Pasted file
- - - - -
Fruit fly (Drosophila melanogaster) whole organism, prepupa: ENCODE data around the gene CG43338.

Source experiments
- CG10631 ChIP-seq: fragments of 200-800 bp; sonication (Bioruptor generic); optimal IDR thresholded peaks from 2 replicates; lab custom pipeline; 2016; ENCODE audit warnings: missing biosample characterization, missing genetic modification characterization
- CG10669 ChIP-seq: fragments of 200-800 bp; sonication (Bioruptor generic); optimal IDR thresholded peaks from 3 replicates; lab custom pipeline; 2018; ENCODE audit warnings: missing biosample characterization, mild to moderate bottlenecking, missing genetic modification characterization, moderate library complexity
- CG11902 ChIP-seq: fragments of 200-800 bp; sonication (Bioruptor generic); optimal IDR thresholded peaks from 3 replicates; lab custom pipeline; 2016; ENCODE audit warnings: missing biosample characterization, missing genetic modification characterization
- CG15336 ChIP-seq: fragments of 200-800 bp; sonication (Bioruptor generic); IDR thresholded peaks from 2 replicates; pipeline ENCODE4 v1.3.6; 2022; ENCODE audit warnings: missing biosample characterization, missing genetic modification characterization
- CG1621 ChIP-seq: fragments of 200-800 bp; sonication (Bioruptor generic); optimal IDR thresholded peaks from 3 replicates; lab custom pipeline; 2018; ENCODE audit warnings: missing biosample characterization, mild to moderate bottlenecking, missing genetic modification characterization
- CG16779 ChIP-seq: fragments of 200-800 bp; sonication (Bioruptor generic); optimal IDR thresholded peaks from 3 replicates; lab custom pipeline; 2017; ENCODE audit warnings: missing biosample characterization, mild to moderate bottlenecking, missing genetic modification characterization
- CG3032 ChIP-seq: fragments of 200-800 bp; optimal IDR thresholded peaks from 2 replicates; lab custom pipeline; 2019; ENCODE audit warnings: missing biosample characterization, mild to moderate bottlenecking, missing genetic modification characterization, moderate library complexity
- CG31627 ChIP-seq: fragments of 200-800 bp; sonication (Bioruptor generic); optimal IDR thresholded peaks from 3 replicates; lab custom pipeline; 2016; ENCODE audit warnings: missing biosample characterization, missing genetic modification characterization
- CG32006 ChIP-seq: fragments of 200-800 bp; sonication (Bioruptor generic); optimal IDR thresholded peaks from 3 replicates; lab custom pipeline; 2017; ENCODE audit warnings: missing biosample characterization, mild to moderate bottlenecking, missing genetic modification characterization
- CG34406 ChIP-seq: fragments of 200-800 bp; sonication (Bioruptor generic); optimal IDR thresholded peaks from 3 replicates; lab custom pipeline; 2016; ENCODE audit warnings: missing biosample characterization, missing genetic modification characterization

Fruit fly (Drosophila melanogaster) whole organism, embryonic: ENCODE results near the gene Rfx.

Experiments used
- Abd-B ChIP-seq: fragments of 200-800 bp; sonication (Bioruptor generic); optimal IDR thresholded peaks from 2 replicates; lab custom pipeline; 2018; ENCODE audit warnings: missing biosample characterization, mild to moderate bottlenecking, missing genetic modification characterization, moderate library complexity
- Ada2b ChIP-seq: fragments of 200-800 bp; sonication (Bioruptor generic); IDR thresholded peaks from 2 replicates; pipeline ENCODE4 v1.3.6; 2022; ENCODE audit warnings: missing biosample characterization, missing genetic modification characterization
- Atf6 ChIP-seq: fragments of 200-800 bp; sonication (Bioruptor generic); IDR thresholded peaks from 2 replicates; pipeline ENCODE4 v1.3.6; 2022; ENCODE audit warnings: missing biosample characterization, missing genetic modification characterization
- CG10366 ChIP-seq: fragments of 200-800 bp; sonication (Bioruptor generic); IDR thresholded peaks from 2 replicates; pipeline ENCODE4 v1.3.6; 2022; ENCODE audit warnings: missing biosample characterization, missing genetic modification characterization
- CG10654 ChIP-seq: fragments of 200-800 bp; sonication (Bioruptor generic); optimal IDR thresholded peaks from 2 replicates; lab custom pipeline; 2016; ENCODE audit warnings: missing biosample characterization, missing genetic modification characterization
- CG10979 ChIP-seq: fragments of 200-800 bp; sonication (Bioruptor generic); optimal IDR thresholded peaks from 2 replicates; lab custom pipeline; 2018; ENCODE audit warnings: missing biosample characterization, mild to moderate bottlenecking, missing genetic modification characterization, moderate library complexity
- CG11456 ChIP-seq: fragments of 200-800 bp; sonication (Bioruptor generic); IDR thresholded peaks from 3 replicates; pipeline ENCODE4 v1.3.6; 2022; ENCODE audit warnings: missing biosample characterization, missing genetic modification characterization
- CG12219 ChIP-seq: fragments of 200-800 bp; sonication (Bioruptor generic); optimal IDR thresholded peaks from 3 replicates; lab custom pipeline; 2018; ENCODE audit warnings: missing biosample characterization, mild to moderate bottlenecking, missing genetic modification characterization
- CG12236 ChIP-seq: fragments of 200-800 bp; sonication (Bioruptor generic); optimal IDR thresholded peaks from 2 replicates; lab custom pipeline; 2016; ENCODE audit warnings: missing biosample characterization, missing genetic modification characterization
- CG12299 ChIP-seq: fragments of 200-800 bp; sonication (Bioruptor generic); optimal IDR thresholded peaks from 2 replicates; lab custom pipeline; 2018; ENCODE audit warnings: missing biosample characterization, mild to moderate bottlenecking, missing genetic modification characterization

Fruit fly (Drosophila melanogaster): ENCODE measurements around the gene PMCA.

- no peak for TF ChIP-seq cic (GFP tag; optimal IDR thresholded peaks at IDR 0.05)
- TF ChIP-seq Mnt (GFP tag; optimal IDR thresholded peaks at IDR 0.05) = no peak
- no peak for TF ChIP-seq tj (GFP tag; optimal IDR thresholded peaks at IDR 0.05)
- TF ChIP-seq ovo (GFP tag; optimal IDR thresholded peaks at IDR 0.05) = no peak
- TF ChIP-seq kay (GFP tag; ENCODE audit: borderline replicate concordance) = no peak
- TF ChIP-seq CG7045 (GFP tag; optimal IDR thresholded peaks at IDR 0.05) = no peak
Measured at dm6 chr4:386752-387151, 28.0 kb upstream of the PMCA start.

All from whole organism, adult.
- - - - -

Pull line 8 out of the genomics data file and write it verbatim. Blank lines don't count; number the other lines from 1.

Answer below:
- CG16779 ChIP-seq: fragments of 200-800 bp; sonication (Bioruptor generic); optimal IDR thresholded peaks from 3 replicates; lab custom pipeline; 2017; ENCODE audit warnings: missing biosample characterization, mild to moderate bottlenecking, missing genetic modification characterization